Pulitzer winning columnist Maureen Dowd wrote a clever piece (well, approaching 5th-grade cleverness), so insightful (pertaining to what the NYT deems printable), and funny (if you hate successful conservative blacks), that this blogger cannot in good conscience ignore.
Dowd writes the entire article from the fictional perspective of Clarence Thomas (clever I told you!), and proceeds to tell a tale of racial betrayal and hypocrisy, while the bestowed authority of Supreme Court Judgeship fertilizes what grows into a massive tyrannical ego. For every ounce of truth there's a pound of satire.
Seriously, I'm not very good at writing satire, but I know it's a good defense for bad opinions. The examples abound, but what disingenuousness the Daily Show can get away with, the New York Times should not. Taking minor amounts of facts and turning them into a political argument, deserves no praise. Though an opinion-piece is just that, opinion, the very purpose thereof, especially when aimed at large audiences, is not entertainment, rather it's persuasion.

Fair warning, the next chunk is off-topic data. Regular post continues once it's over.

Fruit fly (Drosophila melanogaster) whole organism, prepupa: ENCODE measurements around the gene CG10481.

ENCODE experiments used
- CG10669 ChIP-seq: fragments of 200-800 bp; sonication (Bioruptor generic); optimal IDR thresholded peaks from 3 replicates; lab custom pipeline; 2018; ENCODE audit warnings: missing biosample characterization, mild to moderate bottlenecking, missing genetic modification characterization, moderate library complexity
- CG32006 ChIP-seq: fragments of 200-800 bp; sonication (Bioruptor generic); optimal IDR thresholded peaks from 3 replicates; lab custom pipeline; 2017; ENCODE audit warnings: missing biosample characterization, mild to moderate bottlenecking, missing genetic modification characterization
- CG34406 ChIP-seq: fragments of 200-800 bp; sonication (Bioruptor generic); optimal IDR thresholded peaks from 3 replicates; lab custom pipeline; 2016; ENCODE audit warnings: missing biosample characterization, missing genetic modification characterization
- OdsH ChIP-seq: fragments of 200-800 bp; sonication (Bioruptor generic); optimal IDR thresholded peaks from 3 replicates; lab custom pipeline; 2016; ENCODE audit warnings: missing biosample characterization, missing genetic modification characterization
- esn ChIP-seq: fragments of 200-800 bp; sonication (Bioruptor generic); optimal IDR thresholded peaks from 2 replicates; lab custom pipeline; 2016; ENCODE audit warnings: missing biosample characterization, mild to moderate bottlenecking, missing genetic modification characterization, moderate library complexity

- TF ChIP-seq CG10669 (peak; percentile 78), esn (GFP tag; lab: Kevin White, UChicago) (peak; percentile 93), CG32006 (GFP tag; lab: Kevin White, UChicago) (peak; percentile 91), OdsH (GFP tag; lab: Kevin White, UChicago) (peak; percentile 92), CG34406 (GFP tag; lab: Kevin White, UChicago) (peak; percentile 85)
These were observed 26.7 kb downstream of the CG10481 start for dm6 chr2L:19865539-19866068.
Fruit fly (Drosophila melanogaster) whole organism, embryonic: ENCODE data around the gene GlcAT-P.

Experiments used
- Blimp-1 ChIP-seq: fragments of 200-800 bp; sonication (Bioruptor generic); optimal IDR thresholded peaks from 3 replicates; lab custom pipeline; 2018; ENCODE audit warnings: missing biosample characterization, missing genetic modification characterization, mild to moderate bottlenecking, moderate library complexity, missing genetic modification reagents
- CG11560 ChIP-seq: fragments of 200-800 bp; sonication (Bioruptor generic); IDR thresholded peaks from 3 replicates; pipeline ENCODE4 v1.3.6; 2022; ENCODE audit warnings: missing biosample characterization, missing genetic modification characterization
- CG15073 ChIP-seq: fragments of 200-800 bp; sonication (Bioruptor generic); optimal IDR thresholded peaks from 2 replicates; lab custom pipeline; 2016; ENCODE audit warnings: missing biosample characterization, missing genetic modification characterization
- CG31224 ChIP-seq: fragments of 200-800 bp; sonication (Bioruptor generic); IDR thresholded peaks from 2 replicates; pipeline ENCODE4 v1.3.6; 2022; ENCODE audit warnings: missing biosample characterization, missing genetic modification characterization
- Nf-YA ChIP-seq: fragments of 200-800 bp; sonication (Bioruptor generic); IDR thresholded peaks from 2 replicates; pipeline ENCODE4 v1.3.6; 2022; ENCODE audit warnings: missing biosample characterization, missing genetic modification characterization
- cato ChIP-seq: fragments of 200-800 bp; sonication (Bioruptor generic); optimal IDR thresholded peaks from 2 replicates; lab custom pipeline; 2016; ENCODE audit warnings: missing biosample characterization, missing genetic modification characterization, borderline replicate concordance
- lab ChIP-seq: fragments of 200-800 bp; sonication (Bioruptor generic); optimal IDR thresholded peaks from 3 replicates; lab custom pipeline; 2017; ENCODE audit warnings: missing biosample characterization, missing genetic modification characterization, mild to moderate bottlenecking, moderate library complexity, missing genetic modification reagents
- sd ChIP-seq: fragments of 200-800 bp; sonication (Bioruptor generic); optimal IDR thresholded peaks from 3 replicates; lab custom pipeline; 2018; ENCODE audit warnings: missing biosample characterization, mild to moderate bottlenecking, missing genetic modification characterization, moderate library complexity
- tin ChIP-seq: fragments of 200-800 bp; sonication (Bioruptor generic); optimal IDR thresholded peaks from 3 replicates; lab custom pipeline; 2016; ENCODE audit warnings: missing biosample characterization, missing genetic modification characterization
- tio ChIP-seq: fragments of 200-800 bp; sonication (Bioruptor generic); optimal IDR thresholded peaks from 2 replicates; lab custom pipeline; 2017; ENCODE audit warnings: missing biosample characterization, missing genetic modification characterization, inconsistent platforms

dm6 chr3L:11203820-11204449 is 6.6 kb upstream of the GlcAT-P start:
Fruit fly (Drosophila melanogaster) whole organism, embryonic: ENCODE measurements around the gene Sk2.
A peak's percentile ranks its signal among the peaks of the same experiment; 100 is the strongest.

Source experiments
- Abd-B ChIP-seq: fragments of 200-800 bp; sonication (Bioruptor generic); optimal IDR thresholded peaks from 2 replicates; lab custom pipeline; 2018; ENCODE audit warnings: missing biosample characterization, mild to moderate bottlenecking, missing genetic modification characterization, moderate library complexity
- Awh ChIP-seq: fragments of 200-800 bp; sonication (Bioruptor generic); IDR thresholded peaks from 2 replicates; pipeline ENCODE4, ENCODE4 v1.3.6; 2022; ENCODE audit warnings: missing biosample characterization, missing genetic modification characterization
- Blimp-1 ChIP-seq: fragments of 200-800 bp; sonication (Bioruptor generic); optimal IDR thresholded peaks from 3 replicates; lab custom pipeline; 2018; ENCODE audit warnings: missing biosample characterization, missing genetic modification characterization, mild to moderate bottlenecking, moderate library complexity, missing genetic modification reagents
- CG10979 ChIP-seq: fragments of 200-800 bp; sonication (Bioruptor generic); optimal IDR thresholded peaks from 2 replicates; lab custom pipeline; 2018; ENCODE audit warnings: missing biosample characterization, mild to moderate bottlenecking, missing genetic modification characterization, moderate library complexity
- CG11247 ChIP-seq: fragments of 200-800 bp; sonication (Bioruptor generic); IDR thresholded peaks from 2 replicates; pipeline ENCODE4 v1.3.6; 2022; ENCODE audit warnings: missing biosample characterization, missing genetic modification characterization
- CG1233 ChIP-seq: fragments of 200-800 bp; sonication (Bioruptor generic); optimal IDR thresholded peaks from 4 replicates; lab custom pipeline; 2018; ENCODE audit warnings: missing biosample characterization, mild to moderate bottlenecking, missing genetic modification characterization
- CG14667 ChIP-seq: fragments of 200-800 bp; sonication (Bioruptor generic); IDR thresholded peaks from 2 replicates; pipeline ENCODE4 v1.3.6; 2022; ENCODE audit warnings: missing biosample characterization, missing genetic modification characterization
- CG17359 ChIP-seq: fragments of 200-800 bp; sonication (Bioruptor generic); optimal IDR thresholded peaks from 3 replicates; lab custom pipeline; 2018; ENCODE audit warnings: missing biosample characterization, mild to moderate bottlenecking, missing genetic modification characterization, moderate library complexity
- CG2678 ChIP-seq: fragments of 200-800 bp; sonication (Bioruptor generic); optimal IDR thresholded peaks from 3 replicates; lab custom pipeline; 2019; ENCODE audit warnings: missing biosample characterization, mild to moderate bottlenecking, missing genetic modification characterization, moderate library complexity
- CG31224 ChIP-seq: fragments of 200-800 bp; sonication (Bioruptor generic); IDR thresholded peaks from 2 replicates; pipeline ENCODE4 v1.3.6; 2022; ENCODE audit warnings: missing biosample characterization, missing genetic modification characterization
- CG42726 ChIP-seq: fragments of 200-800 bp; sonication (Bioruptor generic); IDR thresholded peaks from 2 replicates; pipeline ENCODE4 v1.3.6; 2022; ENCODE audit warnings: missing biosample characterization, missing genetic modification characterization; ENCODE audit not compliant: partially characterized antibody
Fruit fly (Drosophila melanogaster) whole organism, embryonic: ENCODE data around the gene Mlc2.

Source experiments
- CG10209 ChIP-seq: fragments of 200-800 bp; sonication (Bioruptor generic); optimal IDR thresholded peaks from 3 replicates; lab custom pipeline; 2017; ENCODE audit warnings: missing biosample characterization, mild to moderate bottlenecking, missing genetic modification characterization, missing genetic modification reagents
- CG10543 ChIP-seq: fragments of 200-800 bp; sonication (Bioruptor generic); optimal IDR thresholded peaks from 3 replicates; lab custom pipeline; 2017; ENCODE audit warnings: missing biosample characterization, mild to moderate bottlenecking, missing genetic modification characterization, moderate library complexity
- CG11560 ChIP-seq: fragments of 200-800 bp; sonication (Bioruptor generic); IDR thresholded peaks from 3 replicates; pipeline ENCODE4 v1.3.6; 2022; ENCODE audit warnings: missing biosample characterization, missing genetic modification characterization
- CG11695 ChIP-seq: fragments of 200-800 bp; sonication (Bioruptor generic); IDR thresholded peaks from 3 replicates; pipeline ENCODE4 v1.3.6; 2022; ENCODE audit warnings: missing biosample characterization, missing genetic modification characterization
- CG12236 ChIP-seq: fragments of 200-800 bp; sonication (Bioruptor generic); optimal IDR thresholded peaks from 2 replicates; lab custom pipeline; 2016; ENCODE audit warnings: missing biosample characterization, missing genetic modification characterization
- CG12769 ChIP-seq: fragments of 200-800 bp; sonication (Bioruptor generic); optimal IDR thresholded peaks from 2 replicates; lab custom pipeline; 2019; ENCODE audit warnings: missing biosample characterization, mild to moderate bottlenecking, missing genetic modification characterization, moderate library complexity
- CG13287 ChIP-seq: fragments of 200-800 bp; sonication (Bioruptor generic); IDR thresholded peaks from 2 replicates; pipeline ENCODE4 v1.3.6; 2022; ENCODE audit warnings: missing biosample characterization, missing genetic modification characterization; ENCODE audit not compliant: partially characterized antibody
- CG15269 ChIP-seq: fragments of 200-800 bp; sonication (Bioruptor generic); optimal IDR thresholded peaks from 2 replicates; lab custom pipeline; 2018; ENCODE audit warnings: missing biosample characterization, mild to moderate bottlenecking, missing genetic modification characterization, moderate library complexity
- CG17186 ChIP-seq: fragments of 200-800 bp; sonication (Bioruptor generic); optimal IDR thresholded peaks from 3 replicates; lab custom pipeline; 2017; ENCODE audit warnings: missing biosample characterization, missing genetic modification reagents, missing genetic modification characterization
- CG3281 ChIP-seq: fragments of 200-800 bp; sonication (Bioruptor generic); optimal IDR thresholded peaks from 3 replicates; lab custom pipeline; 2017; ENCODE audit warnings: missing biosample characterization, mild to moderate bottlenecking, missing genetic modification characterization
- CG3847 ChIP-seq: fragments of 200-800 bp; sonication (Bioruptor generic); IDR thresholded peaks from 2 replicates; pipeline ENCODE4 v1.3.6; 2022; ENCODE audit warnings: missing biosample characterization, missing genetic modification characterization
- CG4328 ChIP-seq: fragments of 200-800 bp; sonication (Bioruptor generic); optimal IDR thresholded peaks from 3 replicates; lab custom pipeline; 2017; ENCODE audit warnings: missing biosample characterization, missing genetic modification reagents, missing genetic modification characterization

Maybe it's because I'm jealous. I mean, I wish I could take cheap shots at prominent figures from behind the impenetrable shield of satire. Or maybe it's because Ms. Dowd couldn't make her implied claims of hypocrisy, racial betrayal, and corruption in an honest fashion subject to scrutiny.
Who knows, with a little work on my satirical skills, I think I'll have a chance at winning a Pulitzer prize.